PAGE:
Friday, April 27, 2007

Carbon trading: A ‘smokescreen’ but not a shock

Quick link to the FT's recent article on the "widespread failings in the new markets for greenhouse gases".

To be honest, I would have been very surprised if they had found anything different. What exactly did they expect. This is a "straw man" article really. Such new schemes are always going to have teething problems and also attract a certain number of crooks and those after a fast buck.

The article, for those that missed it, is still worth reading.

Industry caught in carbon ‘smokescreen’

The growing political salience of environmental politics has sparked a “green gold rush”, which has seen a dramatic expansion in the number of businesses offering both companies and individuals the chance to go “carbon neutral”, offsetting their own energy use by buying carbon credits that cancel out their contribution to global warming.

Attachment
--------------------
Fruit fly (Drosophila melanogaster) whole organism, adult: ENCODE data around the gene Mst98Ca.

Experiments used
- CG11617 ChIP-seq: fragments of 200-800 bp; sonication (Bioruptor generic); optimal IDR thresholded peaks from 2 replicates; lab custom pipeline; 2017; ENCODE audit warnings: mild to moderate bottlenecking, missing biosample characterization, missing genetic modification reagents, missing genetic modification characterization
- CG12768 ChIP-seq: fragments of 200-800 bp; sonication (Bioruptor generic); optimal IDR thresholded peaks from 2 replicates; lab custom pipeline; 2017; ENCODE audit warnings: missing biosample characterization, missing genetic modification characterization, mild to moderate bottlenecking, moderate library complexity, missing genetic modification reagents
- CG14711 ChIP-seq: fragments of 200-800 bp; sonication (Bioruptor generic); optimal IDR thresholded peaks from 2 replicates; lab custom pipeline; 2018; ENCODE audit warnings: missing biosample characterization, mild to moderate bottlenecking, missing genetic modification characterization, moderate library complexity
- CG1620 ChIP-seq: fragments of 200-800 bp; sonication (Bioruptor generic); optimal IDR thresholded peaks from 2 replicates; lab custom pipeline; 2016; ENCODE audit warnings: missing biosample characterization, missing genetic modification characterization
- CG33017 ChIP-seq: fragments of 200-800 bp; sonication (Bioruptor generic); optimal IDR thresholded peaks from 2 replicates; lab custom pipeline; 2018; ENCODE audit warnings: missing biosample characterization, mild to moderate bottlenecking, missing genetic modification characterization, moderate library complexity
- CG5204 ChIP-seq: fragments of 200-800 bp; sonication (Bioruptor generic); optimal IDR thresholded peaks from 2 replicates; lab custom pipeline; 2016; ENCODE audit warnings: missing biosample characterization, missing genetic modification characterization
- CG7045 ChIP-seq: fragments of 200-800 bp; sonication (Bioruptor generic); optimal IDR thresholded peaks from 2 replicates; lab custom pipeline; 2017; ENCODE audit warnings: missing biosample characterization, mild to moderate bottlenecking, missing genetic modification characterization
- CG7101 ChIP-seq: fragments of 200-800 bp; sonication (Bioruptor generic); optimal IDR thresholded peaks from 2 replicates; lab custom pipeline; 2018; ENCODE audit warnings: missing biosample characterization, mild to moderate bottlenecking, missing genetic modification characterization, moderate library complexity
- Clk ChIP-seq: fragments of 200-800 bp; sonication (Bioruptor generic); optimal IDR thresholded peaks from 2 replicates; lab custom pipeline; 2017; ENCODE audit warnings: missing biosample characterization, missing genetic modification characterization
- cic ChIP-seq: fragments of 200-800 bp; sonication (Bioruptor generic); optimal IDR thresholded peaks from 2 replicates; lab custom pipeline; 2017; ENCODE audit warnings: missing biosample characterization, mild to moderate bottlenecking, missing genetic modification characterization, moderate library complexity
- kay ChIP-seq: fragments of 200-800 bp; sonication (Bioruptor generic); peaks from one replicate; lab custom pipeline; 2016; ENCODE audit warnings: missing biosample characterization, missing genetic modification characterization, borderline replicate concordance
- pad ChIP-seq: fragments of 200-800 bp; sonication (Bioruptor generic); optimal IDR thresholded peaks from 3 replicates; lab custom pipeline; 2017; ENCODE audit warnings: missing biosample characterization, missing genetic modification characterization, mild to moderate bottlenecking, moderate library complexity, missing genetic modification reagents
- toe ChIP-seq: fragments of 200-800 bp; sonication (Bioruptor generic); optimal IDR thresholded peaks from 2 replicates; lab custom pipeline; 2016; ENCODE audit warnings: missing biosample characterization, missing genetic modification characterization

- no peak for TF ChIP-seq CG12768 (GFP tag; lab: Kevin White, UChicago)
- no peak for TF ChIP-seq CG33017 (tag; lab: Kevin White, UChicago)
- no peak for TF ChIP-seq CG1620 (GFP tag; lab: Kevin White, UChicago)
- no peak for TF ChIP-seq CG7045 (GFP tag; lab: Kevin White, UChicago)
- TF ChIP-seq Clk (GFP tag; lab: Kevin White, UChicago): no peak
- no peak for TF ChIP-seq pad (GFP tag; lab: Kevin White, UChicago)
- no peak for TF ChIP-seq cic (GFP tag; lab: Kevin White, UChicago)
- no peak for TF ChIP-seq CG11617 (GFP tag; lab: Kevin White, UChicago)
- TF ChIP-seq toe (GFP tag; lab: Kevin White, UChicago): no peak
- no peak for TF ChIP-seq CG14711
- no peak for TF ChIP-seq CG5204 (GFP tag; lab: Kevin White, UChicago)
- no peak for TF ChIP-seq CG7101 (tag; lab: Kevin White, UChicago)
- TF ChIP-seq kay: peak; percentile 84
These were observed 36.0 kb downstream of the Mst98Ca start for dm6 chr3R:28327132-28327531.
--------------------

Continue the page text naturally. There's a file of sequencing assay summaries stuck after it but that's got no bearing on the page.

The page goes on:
Here are the conclusions:
■ Widespread instances of people and organisations buying worthless credits that do not yield any reductions in carbon emissions.

Surely not a surprise even, I suspect, for those that bought them.
■ Industrial companies profiting from doing very little – or from gaining carbon credits on the basis of efficiency gains from which they have already benefited substantially.

Duh - all companies will try and profit from doing very little. Not a shock conclusion. This is called profit maximising and it is of course all legal and above board.
■ Brokers providing services of questionable or no value.

Again, come on, Brokers are there to make a profit and if they can sell something of no value for something they will do so.
■ A shortage of verification, making it difficult for buyers to assess the true value of carbon credits.

What do they expect? Why verify and lose customers when there is no requirement to do so. This is still wild west territory at the moment but it will improve.
■ Companies and individuals being charged over the odds for the private purchase of European Union carbon permits that have plummeted in value because they do not result in emissions cuts.

This was poor planning by the EU and has to go down as a simple "cock-up". They will learn from this hopefully (although not certainly).

For all this it is still useful for the FT to highlight this issue in case there are any idealists out there who thought differently.

No comments: